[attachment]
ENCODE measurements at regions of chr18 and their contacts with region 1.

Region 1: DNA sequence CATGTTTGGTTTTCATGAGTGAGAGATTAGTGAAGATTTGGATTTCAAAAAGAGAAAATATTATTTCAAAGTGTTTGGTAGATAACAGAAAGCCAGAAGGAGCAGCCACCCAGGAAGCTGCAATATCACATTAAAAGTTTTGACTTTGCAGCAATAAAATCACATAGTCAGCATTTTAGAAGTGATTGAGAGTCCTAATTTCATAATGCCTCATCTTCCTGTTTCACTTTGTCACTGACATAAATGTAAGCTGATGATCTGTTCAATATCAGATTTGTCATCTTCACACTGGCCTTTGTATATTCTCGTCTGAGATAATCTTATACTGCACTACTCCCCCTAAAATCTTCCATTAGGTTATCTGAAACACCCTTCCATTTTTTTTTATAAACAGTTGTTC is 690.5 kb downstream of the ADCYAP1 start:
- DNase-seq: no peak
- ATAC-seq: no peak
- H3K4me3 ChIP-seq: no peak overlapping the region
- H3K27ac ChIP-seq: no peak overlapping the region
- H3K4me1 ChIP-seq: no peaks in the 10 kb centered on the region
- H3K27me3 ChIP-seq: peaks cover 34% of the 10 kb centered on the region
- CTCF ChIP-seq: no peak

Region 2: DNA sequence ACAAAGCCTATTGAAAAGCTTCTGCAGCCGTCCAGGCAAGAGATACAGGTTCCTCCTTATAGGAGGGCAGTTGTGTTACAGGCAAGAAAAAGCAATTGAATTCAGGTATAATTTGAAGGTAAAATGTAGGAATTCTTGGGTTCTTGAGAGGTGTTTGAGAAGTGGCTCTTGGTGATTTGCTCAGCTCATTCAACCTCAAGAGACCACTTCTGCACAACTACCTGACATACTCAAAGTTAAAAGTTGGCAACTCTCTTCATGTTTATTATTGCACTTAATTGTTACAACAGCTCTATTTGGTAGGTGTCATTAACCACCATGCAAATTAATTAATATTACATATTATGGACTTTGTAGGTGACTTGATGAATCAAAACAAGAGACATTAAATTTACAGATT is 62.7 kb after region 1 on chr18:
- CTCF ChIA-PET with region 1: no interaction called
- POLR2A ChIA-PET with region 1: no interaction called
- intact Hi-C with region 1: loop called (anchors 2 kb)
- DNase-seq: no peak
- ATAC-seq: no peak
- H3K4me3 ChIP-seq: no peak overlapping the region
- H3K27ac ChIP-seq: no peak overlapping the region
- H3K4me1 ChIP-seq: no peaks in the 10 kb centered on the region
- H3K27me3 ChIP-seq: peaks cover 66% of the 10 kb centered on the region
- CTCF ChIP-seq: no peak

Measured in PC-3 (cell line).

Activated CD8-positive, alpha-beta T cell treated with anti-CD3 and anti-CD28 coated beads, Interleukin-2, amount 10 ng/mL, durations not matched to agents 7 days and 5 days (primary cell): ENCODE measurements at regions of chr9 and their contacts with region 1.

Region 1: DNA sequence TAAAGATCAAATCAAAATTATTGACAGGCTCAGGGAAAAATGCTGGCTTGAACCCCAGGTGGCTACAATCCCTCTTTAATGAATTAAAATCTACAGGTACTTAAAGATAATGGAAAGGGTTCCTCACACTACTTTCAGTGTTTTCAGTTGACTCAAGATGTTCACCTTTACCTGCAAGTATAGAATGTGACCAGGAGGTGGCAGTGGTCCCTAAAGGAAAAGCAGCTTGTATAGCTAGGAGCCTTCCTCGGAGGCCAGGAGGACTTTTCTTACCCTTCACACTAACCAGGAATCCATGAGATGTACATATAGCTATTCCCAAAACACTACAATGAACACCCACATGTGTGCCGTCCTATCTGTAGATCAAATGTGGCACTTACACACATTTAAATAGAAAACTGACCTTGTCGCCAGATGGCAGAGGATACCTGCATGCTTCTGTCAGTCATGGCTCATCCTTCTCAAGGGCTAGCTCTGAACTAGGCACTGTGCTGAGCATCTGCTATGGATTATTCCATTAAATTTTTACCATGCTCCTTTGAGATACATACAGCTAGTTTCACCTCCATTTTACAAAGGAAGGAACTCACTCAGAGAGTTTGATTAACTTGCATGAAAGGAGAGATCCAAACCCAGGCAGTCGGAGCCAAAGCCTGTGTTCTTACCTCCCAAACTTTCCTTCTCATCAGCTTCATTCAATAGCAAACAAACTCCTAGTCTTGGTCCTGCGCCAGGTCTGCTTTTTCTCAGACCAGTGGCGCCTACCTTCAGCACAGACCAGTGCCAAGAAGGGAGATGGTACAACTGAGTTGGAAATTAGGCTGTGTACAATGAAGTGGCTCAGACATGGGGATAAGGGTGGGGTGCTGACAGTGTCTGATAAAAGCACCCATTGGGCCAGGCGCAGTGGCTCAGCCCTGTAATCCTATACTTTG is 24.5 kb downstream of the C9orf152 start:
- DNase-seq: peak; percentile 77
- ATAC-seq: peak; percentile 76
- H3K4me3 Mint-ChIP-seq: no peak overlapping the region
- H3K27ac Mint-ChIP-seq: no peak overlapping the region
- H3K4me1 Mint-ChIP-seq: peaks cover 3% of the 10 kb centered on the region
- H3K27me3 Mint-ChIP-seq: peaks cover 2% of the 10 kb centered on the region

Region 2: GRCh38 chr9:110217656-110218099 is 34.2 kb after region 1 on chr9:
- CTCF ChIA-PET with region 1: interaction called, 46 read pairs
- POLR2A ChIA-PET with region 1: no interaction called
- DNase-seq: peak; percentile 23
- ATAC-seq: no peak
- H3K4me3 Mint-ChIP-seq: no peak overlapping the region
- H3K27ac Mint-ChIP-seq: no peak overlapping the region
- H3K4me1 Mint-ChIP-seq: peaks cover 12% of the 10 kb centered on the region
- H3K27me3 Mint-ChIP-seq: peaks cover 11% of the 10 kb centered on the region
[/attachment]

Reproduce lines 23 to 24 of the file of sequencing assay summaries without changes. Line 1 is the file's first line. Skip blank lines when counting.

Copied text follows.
Region 1: DNA sequence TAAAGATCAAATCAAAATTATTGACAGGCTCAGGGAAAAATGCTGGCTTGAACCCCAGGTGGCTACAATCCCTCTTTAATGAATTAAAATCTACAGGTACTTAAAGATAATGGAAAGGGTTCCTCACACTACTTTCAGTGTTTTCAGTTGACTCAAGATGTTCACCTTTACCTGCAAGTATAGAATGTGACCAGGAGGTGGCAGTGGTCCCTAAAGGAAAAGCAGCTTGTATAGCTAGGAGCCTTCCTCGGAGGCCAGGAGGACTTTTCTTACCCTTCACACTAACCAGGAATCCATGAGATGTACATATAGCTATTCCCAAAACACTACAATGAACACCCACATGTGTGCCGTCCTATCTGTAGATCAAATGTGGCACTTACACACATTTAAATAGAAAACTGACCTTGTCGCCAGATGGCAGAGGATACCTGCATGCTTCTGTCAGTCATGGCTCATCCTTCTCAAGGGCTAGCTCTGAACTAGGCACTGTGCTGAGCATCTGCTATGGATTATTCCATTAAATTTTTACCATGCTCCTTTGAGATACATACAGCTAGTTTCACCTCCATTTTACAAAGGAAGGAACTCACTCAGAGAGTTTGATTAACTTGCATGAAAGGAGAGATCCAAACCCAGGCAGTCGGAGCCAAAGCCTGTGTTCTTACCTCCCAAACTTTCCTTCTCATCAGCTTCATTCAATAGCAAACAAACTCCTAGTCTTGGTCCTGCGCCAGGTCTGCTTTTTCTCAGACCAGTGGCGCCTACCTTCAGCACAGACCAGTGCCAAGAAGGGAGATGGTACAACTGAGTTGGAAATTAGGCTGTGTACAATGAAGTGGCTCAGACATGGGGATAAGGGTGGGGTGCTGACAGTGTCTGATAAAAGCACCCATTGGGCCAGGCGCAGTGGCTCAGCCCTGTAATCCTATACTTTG is 24.5 kb downstream of the C9orf152 start:
- DNase-seq: peak; percentile 77